Yemen Arab Republic

In the case of the Y.A.R. (Table 2), all estimated coefficients also met the a priori expectations regarding their signs and, with the exception of those for the relative interest rate and constant terms, were significant at the 95 percent confidence level (equation (5) in Table 2), In addition, the coefficient of determination indicated that most of the variations in foreign currency deposits could be “explained” by changes in the explanatory variables.27 Estimation of the money demand function excluding the relative interest rate term, undertaken for reasons similar to those cited for the case of Egypt, also yielded highly significant results and satisfactory goodness-of-fit measures (equation (6) in Table 2).

Compared with Egypt, changes in currency substitution in the Y.A.R. appear to have been more responsive to anticipations of increased yields on foreign currency arising from exchange rate depreciations. In particular, the elasticity with respect to exchange rate expectations28 was estimated to amount to around 0.7 for the period under consideration.29 The changes in the exchange and trade system in 1983/84 appeared to have resulted, as anticipated, in an upward shift in the level of currency substitution by the private sector in the Y.A.R., thereby providing sup-port for the hypothesis that the limitation of access to foreign exchange resources through the banking system led traders to accumulate their own stock for transaction purposes. As regards the speed of portfolio adjustment, the value of the estimate of the partial adjustment coefficient was relatively large, indicating sluggishness in agents’ adaptation of actual balances to their desired levels.

Table 2.Estimates of the Determinants of Currency Substitution in the Yemen Arab Republic
ExchangeInterestStandard
Rate”RateInstitutionalStockError of
VariableConstantExpectationsDifferentialChangesAdjustmentR¯2DWRegression
Equation (5)
Coefficient-0.3700.6831.1941.1460.905
SEEa0.3320.618*1.9350.209**0.076**0.952.710.196
Equation (6)
Coefficient-0.3470.7581.1630.920
SEEa0.3250.596*0.204**0.071**0.952.660.193
Equation (7)
Coefficient-0.2480.5411.0841.1520.910
SEEa0.2590.5981.8960.210**0.083**0.942.650.195
Equation (8)
Coefficient-0.2470.6251.1680.923
SEEa0.2550.5700.204**0.078**0.942.610.191
Note: Equations were estimated in logarithmic form using ordinary least-squares on quarterly data: see the text for a description of the specifications of the independent variables.R¯2 is the adjusted coefficient of determination: DW is the Durbin-Watson statistic.

Standard error of estimate;

denotes significance of coefficient at the 95 percent confidence level;

denotes significance at the 99 percent confidence level.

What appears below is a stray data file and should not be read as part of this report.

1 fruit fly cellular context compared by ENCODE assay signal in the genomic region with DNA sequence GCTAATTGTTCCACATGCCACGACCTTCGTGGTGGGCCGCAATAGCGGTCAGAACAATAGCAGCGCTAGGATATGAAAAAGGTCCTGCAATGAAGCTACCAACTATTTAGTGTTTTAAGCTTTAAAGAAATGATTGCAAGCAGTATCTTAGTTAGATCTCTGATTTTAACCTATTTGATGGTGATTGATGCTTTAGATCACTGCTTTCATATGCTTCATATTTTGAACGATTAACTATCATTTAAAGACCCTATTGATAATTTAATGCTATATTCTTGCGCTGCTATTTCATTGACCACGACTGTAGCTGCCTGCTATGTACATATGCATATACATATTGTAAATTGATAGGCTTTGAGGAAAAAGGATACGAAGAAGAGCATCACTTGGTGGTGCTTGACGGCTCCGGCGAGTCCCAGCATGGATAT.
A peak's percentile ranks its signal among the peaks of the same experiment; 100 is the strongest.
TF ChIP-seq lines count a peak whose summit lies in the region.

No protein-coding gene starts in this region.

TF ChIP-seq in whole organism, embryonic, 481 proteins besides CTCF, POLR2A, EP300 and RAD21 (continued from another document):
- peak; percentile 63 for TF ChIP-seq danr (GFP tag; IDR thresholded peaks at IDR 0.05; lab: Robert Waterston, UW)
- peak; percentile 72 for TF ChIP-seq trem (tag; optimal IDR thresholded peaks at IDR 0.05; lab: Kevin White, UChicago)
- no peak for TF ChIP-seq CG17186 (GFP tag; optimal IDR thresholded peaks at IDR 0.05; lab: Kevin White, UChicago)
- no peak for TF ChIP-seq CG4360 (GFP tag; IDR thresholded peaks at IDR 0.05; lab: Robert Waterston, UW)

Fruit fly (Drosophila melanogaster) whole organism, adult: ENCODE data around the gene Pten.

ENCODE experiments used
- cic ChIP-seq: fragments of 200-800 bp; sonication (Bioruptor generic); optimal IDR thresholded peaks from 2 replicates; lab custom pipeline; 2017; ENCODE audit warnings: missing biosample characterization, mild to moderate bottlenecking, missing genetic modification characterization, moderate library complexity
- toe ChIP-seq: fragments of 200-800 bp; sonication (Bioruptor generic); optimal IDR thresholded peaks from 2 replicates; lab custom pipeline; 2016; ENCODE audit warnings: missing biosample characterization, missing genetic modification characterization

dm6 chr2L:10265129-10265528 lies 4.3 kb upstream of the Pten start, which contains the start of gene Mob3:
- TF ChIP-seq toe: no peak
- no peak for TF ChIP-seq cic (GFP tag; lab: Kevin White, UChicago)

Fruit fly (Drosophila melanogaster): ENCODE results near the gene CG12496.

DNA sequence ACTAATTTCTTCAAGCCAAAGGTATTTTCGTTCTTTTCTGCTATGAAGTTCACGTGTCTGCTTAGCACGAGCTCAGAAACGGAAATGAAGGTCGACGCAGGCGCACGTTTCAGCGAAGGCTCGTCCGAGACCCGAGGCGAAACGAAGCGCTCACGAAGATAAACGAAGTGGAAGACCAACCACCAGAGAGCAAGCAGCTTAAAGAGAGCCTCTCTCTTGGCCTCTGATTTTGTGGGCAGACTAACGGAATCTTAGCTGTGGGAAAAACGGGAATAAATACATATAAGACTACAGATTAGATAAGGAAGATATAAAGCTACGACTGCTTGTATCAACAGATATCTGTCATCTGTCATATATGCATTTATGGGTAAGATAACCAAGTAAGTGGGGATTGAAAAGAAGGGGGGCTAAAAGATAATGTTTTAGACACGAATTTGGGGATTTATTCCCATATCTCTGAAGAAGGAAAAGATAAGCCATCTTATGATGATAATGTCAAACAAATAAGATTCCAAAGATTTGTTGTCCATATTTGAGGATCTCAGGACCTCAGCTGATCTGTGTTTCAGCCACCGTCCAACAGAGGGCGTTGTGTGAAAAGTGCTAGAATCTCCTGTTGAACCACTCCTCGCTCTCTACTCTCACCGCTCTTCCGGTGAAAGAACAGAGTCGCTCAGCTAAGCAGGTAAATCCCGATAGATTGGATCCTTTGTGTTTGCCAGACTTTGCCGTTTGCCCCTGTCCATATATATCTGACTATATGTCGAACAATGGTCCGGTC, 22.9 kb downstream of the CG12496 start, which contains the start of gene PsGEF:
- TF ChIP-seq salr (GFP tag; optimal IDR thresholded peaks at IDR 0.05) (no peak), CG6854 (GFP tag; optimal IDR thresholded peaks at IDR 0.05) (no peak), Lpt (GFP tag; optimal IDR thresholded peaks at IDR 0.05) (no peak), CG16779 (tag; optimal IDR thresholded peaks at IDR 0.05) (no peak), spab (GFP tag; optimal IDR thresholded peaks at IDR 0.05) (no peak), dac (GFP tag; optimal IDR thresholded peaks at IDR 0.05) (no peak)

Note: Equations were estimated in logarithmic form using ordinary least-squares on quarterly data: see the text for a description of the specifications of the independent variables.R¯2 is the adjusted coefficient of determination: DW is the Durbin-Watson statistic.

Standard error of estimate;

denotes significance of coefficient at the 95 percent confidence level;

denotes significance at the 99 percent confidence level.

IV. Concluding Remarks

Holdings of foreign-currency-denominated bank balances by residents in Egypt and the Y.A.R. have grown substantially in recent years and now constitute an important component of domestic liquidity in these countries. The growth of these holdings, made possible by the increased access of the private sector to foreign exchange (in large part attributable to additional employment opportunities in neighboring oil producing economies), has recently reflected attempts by agents to protect and increase the value of their wealth and income stream in an environment of deteriorating financial and economic conditions. In particular, the results of quantitative analysis, based on partial indicators of currency substitution in the 1980s, suggest that the growth in agents’ foreign currency portfolio preferences was strongly influenced by expectations of increased financial yields on holdings of foreign-currency-denominated balances relative to those on domestic balances; in addition, the portfolio preferences during this period were found to be significantly affected by political and institutional changes.

The analysis suggests that, for a given political and institutional environment, an intensification of inflationary pressures and a further deterioration in the external accounts, to the extent that these factors adversely affect exchange rate expectations, will be reflected in an increased tendency by residents to substitute foreign balances for local balances in meeting their demands for a store of value, unit of account, and medium of exchange. At the same time, given the importance of the stock-adjustment mechanism, the implementation of measures designed to reduce the pace of currency substitution would need to be sustained over a significant period if a meaningful reduction in individuals’ preferences for foreign money holdings is to be achieved. Finally, as regards economic and financial policies, it is clear from the results of the analysis that the extent of currency substitution in Egypt and the Y.A.R. is such that the existence of the phenomenon needs to be explicitly recognized in the formulation and implementation of such policies, particularly those in the monetary, fiscal, financial intermediation, and exchange rate areas.